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Tuesday, December 29, 2015

Hitchcock/Truffaut: The God's-Eye View; Making a Killing in Real Estate

One of the many insights in Kent Jones’ sparkling new documentary, Hitchcock/Truffaut, is the “God’s Eye View.”  For those moments of communion, Hitchcock--whose mind’s eye could roll out every impending compositional detail in a visual narrative--would abruptly reconfigure his camera angle to peer down on his actors from on high. The new vantage would shift the viewer’s suspenseful involvement with a prospective victim to bigger-picture concerns--say, the more detached sweep of the sociologist, the actuary, the fatalist.

Hitchcock/Truffaut demonstrated the tactic via the Master’s iconic overhead shots of Cary Grant attempting to outrace a menacing crop duster. It also showed residents of Bodega Bay, California  scattering like ants from descending birds. And it didn’t forget to include the second, less celebrated murder scene in Psycho, when Martin Balsam tumbled backward down an impossibly steep flight of stairs in the Victorian “Psycho House.”

For many, that murder was but an afterthought to Janet Leigh’s earlier, iconic demise during the motel shower scene, some fifty feet away. In truth, Mother Bates' Victorian refuge and the Bates Motel are inextricably connected, casting the darkest of emotionally symbiotic shadows. The former—a freakish architectural outcrop with its devious surface area --is overtly menacing: You’re not sure what secrets lie within, but emotionally speaking you can tell that “book” by its cover. (Hitchcock apparently got inspired by Edward Hopper’s painting below.)

Inspired by Hopper (Click to Enlarge)
The motel--in counterpoint to that aging asylum--was a thoroughly nondescript gathering of right angles—of  postwar 1950s functionality. (There was, of course, the ominous exception of Norman’s taxidermy.) No surprise then that the murder had all the efficiency and single-mindedness of a first-rate operating theater.

As Hitchcock/Truffaut made clear, Hitchcock was on a career-long mission to manipulate his actors (whom he likened to cattle) and to viscerally manipulate us, his audience.  So what's your pleasure? An old fashioned swipe or two of the knife and  tumble down a Victorian staircase or a surgical strafing in a well-scrubbed motel bathtub. Given the public’s overwhelming reaction, it's clear that Hitchcock took a successful knife thrust at American modernity.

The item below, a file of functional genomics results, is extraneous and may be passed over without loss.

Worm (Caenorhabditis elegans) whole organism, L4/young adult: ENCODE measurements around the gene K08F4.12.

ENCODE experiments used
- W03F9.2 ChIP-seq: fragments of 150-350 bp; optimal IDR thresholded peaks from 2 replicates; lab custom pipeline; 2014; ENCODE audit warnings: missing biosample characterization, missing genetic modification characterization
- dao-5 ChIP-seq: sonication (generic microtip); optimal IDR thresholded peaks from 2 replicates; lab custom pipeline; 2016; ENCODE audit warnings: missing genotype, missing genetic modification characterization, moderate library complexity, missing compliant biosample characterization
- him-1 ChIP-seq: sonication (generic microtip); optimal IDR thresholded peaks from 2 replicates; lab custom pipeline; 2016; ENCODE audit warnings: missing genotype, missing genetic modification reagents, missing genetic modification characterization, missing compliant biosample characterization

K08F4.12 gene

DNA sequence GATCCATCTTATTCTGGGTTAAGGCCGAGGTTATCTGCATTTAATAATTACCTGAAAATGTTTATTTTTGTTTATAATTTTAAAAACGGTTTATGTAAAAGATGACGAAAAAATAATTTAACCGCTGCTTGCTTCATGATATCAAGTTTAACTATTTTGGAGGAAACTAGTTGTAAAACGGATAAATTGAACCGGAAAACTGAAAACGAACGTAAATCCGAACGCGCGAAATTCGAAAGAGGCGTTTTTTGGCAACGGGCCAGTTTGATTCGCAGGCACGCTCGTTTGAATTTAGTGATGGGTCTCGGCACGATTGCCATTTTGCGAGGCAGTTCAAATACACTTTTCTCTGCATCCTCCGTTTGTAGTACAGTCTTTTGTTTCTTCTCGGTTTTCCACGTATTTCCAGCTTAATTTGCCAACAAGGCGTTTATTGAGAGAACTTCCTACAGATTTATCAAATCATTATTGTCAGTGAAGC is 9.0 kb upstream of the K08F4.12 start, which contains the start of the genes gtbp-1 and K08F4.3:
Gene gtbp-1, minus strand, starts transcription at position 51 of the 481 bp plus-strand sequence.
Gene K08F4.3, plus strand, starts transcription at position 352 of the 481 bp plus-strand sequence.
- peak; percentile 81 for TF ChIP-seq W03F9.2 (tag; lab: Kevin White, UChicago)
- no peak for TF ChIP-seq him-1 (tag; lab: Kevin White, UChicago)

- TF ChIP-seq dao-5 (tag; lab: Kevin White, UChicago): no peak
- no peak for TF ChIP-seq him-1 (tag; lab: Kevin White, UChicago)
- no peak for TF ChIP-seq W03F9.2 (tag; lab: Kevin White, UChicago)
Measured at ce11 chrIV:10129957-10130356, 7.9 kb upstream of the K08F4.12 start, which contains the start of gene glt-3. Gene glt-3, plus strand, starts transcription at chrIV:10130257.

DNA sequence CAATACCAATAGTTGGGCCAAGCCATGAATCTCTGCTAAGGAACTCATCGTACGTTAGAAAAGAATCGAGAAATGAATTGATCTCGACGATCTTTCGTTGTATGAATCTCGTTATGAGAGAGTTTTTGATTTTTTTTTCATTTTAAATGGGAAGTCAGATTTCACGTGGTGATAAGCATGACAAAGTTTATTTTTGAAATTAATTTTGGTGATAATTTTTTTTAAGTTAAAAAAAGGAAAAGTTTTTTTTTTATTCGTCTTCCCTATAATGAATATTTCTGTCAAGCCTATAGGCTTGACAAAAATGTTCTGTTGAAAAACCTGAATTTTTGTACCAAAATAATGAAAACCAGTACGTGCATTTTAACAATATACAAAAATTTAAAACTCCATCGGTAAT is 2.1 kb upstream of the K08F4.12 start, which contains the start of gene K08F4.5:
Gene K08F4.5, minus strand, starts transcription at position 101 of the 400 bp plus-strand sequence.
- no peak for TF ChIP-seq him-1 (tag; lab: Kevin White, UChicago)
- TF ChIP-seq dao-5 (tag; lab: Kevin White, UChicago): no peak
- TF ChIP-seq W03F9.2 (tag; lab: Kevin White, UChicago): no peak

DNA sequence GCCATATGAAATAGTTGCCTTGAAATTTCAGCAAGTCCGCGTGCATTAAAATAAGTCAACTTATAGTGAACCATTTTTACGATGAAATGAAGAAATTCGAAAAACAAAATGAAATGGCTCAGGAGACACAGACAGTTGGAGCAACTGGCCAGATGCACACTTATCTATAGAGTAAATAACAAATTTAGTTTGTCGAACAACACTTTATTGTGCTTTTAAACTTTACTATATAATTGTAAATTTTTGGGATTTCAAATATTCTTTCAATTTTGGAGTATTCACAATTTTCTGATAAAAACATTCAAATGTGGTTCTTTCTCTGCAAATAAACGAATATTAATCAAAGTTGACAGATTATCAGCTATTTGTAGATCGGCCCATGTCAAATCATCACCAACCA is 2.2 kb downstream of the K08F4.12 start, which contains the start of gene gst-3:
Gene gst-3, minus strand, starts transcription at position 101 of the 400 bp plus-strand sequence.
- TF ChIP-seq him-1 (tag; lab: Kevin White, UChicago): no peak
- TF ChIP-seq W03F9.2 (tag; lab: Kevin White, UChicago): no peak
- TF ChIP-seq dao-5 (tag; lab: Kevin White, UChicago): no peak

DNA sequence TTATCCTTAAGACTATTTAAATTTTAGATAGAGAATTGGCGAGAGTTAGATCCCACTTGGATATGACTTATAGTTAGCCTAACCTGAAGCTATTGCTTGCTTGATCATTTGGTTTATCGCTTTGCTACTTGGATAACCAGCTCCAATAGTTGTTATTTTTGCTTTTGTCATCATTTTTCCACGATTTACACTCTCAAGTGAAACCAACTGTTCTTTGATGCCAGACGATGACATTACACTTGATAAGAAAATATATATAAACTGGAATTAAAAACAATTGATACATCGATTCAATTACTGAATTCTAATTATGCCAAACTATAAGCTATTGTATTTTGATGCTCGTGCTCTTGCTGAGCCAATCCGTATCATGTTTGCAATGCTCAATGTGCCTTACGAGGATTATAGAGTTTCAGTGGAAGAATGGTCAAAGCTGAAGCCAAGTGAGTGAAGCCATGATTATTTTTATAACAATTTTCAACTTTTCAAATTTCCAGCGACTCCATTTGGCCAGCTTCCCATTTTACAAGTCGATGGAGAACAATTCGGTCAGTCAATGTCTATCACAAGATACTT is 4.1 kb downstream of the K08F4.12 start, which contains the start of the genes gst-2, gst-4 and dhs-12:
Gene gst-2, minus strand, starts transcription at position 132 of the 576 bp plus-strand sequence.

The new documentary is the best film course you never took, distilled into 77 minutes. Here's a trailer:

Tuesday, December 22, 2015

A World Music Desert Island Disc: Mariza’s Mundo

Many in the Western Hemisphere, I suspect, have yet to hear Mundo, the extraordinary 2015 recording by Mariza. Born to parents from Mozambique and Lisbon, she is widely regarded as the reigning queen of the Portuguese music genre, fado. Cognate to “fate,” the form frequently immerses the listener in rhapsodic excursions of extreme melancholy.

That said, this cd is no bummer. While paying homage with great poignancy to her fado roots in three tracks, the cd explores a broad brush of emotions, including moments approaching unadulterated joy. And Mariza’s vibrato-less alto shimmers as an adaptable, nuanced instrument for navigating that full range of timbres and emotions. (An understated accompaniment of acoustic and Portuguese guitars, percussion, and backup voices on three tracks also serves the cause.)

Artistic freedom wins out

This cd, then, is a masterpiece in a broader genre where eclectic world music meets popular art songs. And it is Mariza’s first release in five years. That hiatus—she had previously spun out five recordings of new material over 9 years—has given her the time and space to curate a collection of extraordinarily well-crafted songs. (She reportedly triaged worthy also-rans).

By implication, that makes a strong case against the once rampant practice of pressuring artists to generate new recordings on a schedule better attuned to record companies than to the artists themselves. While many of us lament the decline of the recording industry, greater breathing space for Mariza and other artists is certainly a silver lining.

In any event, Mariza’s recording strategy works well for me. In my own consumption of recordings, I am typically delighted if 50% of a cd’s tracks prove outstanding. With Mundo, my personal track-o-meter is stuck on 90%.

Additional Reviews:  Nigel Williamson in Songlines
                                    Robin Denselow in The Guardian

Download from iTunes; purchase cd from Amazon here

Videos: Alma  (You Tube): link


 Paixao (You Tube): link